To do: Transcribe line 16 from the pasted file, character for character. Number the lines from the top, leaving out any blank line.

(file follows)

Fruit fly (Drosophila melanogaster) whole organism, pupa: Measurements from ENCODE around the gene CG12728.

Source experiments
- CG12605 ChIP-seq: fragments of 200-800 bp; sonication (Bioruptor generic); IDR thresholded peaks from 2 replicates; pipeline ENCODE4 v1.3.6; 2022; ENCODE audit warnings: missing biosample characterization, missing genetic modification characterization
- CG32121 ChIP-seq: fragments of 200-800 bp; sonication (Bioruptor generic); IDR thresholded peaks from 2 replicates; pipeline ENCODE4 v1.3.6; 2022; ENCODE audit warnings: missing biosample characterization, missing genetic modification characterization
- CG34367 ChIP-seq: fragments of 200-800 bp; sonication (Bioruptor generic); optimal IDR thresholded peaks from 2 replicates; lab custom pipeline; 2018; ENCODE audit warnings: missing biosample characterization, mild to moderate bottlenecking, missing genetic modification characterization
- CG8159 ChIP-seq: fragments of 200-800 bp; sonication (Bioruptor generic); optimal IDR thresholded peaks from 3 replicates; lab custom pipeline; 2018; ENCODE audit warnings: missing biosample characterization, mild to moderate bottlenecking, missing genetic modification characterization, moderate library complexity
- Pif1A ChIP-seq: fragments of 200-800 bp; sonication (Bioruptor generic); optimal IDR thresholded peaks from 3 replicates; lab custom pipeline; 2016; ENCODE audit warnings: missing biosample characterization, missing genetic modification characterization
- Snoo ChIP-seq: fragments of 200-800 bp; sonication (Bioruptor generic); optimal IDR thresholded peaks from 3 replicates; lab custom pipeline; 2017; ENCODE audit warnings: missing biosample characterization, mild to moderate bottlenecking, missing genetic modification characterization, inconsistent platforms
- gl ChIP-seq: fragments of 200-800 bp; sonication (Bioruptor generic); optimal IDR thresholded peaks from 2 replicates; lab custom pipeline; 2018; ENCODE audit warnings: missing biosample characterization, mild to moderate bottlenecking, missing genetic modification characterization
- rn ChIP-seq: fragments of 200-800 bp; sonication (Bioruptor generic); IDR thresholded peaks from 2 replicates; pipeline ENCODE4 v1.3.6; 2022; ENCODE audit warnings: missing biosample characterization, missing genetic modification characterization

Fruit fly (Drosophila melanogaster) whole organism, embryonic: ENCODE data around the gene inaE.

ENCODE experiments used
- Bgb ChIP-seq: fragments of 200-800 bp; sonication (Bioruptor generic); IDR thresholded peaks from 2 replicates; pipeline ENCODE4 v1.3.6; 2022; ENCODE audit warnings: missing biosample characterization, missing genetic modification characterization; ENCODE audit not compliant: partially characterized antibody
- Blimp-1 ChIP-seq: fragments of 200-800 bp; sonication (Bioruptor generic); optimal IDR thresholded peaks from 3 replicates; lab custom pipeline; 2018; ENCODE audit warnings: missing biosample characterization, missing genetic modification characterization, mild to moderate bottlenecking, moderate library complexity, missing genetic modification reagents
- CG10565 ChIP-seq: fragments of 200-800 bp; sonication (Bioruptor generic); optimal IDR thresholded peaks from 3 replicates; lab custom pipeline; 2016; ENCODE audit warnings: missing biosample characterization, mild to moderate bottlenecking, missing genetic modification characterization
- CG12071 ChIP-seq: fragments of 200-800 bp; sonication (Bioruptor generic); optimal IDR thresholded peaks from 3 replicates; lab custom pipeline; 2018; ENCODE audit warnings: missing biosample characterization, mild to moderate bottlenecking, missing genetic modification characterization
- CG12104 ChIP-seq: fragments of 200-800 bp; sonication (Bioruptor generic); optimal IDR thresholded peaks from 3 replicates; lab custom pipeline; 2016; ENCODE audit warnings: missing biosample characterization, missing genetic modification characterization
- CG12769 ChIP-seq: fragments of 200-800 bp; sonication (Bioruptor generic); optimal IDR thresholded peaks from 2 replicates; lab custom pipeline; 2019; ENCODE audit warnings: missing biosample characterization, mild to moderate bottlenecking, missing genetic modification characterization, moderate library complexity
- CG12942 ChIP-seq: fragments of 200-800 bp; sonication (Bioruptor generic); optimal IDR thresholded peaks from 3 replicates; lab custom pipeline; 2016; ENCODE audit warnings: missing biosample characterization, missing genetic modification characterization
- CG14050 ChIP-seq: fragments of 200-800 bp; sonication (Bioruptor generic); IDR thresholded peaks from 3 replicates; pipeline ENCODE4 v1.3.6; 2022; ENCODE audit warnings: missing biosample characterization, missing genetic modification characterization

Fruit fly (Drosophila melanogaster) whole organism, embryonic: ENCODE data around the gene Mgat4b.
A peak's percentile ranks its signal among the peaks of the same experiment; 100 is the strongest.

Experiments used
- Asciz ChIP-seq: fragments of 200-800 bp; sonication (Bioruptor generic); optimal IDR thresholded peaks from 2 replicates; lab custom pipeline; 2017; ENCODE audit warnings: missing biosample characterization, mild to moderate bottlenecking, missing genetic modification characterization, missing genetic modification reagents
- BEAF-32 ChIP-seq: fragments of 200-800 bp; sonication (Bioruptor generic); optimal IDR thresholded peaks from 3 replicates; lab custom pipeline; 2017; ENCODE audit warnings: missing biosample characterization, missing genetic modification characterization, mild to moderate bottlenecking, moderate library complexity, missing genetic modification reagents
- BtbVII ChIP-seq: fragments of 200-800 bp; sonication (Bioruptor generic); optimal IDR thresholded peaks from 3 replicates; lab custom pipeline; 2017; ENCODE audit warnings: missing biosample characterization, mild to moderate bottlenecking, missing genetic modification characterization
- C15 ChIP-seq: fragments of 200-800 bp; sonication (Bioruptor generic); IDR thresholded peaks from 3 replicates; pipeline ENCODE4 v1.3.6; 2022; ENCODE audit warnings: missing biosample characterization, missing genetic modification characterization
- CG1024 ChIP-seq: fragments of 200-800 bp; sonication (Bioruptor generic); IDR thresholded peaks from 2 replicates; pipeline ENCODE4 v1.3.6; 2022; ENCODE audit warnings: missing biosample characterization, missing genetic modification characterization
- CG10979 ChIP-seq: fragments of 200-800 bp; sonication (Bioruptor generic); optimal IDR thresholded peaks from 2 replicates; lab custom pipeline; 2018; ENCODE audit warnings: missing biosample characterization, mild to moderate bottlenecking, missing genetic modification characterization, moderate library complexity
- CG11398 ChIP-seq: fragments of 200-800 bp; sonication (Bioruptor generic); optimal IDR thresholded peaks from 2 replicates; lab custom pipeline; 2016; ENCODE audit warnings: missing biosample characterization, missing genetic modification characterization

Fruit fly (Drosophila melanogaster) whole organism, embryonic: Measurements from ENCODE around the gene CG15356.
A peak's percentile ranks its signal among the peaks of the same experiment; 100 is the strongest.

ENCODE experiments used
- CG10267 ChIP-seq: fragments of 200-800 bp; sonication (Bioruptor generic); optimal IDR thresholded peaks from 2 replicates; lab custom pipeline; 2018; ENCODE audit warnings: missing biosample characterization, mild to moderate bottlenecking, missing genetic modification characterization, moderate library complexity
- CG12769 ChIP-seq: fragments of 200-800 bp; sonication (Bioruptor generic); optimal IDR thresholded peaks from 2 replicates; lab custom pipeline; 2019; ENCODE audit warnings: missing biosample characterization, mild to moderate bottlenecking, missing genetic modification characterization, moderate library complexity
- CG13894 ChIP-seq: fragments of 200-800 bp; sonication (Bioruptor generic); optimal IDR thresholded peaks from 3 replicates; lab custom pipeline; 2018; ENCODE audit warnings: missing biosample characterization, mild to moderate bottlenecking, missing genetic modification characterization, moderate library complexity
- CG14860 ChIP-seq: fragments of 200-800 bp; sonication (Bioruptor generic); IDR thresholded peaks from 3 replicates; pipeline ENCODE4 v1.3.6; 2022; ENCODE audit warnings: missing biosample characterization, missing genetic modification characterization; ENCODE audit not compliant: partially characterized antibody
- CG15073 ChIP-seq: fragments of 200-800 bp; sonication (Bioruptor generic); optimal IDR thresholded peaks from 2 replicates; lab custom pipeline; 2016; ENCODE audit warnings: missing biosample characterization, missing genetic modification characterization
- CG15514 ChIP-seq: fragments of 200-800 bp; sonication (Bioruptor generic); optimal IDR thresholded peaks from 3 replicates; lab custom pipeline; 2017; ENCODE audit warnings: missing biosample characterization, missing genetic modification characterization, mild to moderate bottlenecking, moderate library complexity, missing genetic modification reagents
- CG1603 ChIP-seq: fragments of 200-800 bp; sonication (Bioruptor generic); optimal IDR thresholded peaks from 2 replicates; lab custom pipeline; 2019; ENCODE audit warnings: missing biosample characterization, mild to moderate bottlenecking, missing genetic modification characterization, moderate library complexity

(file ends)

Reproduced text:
- CG12071 ChIP-seq: fragments of 200-800 bp; sonication (Bioruptor generic); optimal IDR thresholded peaks from 3 replicates; lab custom pipeline; 2018; ENCODE audit warnings: missing biosample characterization, mild to moderate bottlenecking, missing genetic modification characterization